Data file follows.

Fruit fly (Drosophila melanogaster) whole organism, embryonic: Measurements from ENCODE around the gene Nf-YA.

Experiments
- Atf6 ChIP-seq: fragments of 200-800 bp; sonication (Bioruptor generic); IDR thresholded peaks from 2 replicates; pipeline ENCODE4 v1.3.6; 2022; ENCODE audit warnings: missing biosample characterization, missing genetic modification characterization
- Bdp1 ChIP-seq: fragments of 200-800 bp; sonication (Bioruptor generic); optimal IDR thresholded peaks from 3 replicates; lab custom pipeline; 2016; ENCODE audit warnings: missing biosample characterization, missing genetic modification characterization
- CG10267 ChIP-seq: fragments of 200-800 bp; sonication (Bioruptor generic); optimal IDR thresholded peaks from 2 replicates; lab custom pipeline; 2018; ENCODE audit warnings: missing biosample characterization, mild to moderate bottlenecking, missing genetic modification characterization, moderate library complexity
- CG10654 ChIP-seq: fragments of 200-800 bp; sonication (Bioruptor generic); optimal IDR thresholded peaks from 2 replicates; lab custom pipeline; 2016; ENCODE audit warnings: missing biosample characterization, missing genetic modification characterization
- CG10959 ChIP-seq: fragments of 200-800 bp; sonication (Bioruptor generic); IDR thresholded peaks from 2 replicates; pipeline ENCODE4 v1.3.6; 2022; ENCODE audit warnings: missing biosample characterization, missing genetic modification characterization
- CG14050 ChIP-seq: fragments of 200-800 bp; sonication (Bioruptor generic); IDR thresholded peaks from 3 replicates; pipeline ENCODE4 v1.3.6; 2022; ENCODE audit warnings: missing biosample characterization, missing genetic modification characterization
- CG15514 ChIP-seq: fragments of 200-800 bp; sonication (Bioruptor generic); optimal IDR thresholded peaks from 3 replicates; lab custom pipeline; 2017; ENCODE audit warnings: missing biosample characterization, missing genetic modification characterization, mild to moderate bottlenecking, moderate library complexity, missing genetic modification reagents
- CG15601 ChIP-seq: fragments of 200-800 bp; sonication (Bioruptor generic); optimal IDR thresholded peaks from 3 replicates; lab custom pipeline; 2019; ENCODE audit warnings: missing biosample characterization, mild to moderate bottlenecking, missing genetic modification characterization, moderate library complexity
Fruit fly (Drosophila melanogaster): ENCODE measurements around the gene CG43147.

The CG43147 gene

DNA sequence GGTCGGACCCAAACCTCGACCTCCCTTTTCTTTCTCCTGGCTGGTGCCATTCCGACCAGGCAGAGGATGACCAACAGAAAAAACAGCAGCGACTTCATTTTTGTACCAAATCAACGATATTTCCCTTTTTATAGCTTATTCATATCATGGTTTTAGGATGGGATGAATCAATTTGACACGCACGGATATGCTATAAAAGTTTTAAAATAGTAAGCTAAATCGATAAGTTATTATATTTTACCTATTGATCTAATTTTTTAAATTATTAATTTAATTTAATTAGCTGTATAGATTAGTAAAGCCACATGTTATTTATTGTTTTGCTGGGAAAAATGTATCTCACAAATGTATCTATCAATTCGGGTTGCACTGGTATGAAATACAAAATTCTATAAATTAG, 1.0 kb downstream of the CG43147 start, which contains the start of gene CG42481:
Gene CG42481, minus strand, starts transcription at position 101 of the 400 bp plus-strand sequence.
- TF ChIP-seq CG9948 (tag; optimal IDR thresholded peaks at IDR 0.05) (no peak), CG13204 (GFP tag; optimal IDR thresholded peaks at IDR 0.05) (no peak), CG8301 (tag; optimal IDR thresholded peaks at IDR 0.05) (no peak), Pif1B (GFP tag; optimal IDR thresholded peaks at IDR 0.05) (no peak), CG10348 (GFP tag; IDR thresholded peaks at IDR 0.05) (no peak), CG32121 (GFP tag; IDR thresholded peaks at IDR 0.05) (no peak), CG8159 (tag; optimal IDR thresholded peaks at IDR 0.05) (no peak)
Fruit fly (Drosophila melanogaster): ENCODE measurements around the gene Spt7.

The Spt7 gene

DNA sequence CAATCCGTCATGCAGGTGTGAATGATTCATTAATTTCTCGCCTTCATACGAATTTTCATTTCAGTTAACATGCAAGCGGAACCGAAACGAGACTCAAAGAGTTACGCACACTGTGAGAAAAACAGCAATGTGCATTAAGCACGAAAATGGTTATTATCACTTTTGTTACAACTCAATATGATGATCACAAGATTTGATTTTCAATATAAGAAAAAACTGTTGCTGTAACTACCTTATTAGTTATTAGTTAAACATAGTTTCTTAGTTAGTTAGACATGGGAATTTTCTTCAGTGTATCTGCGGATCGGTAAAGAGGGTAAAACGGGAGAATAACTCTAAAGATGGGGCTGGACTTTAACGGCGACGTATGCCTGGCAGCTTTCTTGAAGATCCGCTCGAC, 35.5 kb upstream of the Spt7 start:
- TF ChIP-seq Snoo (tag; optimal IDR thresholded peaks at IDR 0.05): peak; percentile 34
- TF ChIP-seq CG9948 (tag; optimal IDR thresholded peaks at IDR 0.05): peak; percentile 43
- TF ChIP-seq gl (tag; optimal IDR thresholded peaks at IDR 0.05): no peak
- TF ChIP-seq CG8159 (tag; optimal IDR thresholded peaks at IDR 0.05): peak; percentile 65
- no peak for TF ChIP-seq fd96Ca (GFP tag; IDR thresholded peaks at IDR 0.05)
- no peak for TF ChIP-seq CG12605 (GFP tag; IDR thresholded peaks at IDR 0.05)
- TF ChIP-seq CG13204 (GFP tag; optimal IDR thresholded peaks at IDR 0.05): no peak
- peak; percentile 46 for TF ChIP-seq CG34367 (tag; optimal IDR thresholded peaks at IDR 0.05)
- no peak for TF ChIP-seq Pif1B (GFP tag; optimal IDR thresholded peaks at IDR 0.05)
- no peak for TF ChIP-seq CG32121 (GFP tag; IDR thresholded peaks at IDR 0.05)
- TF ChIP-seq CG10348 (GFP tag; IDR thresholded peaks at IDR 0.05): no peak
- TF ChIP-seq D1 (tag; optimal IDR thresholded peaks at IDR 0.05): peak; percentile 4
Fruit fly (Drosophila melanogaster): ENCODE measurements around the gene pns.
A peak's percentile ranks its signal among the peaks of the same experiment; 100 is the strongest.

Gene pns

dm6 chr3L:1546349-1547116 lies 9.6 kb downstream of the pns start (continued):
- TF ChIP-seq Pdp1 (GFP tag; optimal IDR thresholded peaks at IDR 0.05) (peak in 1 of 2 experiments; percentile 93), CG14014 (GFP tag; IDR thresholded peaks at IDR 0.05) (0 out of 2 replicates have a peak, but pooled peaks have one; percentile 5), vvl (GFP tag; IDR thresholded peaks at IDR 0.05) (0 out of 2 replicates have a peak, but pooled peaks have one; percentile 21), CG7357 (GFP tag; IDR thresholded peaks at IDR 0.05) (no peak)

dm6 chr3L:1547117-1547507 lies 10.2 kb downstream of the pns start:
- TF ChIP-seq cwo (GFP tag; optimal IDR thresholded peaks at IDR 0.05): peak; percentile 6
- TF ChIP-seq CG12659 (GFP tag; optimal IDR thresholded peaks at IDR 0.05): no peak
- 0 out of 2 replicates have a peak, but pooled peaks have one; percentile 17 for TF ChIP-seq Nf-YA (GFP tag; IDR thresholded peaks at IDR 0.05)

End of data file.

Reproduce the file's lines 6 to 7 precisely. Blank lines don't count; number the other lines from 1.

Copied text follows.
- CG10654 ChIP-seq: fragments of 200-800 bp; sonication (Bioruptor generic); optimal IDR thresholded peaks from 2 replicates; lab custom pipeline; 2016; ENCODE audit warnings: missing biosample characterization, missing genetic modification characterization
- CG10959 ChIP-seq: fragments of 200-800 bp; sonication (Bioruptor generic); IDR thresholded peaks from 2 replicates; pipeline ENCODE4 v1.3.6; 2022; ENCODE audit warnings: missing biosample characterization, missing genetic modification characterization